We are certainly living through unusual times. None of us would have experienced anything similar in our lifetime.
Dear Parents and Caregivers
We are certainly living through unusual times. None of us would have experienced anything similar in our lifetime. In many cases life will be significantly different in the future than what we have experienced in our pasts. What will be the nature and the impact of the predicted recession that we might be entering into? What will be the nature of international travel or for that matter, even domestic travel look like in the short and medium term? How will this experience change the nature of working? How we are going to emerge wiser and better for the experience and for how long will we retain and apply the lessons learnt?
I found this extract written by American writer, Robert Pondiscio in “The Lessons That Last in the Time of Pandemic”, which nicely encapsulates the way we might reflect on this surreal experience:
“Trust me on this: There’s a good chance that, years from now, you will feel a bit sentimental for these weeks spent in social isolation. We’re built for challenging times. We are writing the stories we will tell our children and grandchildren. Driving down a suburban street waving to elementary school children may not have the historical gravity of landing on Omaha Beach or working on a wartime assembly line. But when the children of the pandemic are old and grey, they will reminisce about the time the schools were closed. It will be a warm memory, even though so many people got sick, lost their jobs, and were afraid. They don’t have the vocabulary today to describe it, but the lessons will stick and become clearer in the retelling. It’s about social cohesion, love and loyalty, and how good people step up when we need them to.”
We have much to be thankful for. We need to acknowledge all those who have been on the front line over the past month also – be it medical staff, police, aged care workers, supermarket workers, rubbish collectors, civil defence staff, corrections staff, truck and bus drivers, farmers, vets and everyone else who has been working so hard to keep our community safe and ordered during this time. As a country, we can be proud of what we have achieved. We are only part way through a journey and there are some difficult moments ahead but we have demonstrated that in a time of crisis we can pull together and be impressively united in our approach to something like a national lockdown for a pandemic.
Our history is punctuated by times when both New Zealand and the world has had to stand up and be united in our response to a challenging adversity. This British report published in The Sunday Times by Matthew Syed sums up nicely the importance of “both in the past and future of unity … a United Effort:
The story of our nations is packed full of the daring deeds of heroes. Even though he had lost both legs in a flying accident before the Second World War started, the famous flying ace Douglas Bader joined up and fought bravely throughout the war until he was captured and sent to the German prisoner of war camp, Colditz Castle. Although he received many honours for his outstanding war service and his post-war charity work on behalf of disabled people, he told this story.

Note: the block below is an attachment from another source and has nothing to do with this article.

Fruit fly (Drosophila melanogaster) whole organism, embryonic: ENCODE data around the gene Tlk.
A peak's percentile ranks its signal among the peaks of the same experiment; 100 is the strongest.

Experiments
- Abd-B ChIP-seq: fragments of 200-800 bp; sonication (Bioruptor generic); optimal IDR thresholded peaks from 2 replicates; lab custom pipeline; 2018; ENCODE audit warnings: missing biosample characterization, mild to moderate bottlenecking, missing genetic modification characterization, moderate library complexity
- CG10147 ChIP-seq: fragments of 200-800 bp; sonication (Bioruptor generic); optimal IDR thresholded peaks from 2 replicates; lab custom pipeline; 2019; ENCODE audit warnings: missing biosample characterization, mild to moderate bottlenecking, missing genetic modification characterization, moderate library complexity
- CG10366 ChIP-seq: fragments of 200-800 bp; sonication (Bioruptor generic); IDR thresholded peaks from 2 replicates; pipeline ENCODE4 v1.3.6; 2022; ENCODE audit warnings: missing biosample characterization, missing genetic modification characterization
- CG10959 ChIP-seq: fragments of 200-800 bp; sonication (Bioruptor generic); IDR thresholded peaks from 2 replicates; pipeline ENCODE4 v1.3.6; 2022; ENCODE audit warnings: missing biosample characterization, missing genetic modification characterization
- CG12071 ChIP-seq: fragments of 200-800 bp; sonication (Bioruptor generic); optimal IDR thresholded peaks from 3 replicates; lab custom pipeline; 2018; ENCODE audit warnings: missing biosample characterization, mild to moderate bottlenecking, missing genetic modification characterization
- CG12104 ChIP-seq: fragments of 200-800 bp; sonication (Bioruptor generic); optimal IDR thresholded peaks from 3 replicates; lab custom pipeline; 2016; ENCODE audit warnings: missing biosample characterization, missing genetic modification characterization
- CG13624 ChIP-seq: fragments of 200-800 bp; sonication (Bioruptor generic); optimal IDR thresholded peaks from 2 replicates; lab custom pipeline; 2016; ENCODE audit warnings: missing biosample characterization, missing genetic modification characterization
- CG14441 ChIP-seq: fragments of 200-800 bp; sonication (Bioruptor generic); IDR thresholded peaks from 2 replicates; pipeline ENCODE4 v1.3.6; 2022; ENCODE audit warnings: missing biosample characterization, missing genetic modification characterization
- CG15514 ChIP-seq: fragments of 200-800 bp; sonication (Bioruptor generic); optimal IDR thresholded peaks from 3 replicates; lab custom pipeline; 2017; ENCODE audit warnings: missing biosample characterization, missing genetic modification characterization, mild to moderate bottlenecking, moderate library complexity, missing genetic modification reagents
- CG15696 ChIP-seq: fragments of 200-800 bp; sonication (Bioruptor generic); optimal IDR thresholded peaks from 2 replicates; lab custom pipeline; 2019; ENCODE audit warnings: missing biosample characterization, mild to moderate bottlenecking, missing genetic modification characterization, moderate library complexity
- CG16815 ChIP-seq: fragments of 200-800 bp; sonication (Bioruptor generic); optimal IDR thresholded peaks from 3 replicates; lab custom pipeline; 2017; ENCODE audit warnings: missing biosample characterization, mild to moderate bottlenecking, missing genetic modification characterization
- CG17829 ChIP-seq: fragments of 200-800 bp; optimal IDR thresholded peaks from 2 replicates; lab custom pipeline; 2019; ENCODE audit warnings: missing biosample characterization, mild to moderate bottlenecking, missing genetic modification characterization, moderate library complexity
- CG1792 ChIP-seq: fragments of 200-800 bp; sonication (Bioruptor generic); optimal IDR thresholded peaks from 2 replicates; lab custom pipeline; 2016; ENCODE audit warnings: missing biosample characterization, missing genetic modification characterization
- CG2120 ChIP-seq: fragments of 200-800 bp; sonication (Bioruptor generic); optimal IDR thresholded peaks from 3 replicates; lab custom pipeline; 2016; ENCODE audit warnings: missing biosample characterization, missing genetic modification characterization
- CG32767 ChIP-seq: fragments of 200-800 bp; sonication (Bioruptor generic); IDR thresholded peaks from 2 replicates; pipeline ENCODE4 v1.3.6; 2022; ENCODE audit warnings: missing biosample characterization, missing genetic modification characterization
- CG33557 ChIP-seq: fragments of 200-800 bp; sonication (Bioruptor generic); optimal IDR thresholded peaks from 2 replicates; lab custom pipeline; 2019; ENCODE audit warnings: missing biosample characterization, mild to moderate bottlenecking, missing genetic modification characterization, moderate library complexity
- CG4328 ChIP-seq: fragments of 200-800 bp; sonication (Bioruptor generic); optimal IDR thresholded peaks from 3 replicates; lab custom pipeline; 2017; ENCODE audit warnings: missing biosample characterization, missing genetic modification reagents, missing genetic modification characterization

“I remember a tobacconist’s shop outside Victoria railway station which had been bombed the previous afternoon, but in the morning there was a trestle table and a notice that said, ‘Business as usual’, and a grinning Cockney standing beside it. These are the people that we so seldom see, our compatriots who took it. If they had not taken it, if they had not built the aeroplanes and everything else, we could not have fought. We were the glamour boys up there and had something to fight back with — that was the difference.
This is what mattered. It was a united effort by everybody.”
We are not at war but we are facing dangerous risks to our lives and our futures. We too have seen the wonderful response of so many members of our community. This often strengthens at times of crisis as we applaud and appreciate our doctors and nurses, our supermarket workers, the support from our neighbours and all the unsung heroes who have got us through.
The real test for us is whether this feeling of unity will be sustained when the threat subsides.
I hope so because the strength of this school comes from the united efforts of us all. How we work together will determine for all of us how bright our future will be.
Alert Level three, two, or even one will undoubtedly define the end of the challenges faced by our country, its businesses, its people or in fact St Paul’s. We are probably going to experience an adverse environment for a long time to come.The key question is how do we harness the benefits of the unity that we have achieved during the national lockdown and build on this for a more enlightened future?